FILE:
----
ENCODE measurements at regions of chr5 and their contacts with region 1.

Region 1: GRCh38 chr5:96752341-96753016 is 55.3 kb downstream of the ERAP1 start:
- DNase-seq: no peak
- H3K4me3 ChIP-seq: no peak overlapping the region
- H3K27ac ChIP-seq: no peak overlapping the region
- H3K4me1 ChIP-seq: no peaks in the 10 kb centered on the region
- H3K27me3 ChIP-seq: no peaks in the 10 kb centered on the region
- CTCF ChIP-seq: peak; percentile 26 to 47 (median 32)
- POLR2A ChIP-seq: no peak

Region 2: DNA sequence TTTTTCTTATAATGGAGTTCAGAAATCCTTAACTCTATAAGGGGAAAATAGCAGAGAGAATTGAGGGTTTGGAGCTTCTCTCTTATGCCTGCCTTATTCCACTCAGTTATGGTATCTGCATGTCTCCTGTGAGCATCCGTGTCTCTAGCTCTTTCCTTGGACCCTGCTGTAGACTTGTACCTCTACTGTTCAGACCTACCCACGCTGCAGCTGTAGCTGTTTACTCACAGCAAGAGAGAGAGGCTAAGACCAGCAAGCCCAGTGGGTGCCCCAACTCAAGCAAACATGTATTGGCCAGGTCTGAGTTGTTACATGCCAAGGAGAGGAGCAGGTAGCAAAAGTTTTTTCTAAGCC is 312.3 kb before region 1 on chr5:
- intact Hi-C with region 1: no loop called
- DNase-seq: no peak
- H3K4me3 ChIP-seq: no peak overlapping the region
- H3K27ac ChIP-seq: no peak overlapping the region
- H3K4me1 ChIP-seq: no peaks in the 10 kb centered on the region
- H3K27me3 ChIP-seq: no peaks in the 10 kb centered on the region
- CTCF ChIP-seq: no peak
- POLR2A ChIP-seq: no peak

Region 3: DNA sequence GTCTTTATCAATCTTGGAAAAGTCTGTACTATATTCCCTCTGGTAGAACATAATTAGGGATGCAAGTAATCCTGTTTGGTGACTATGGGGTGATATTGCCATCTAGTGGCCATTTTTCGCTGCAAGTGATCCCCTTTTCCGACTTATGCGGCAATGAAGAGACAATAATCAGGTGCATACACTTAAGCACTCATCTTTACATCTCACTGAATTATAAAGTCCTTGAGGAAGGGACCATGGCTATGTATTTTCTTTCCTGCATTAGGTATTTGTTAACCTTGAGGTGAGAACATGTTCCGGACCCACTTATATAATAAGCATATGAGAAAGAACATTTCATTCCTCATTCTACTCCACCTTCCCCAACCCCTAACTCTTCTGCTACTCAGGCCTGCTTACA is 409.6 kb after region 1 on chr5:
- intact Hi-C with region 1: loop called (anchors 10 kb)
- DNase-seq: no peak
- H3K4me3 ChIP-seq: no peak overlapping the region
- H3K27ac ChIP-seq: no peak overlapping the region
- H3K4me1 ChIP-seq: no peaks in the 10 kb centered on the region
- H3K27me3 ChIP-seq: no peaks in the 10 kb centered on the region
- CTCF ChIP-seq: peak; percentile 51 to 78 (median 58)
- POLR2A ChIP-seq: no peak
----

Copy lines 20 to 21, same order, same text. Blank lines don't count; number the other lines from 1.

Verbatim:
- intact Hi-C with region 1: loop called (anchors 10 kb)
- DNase-seq: no peak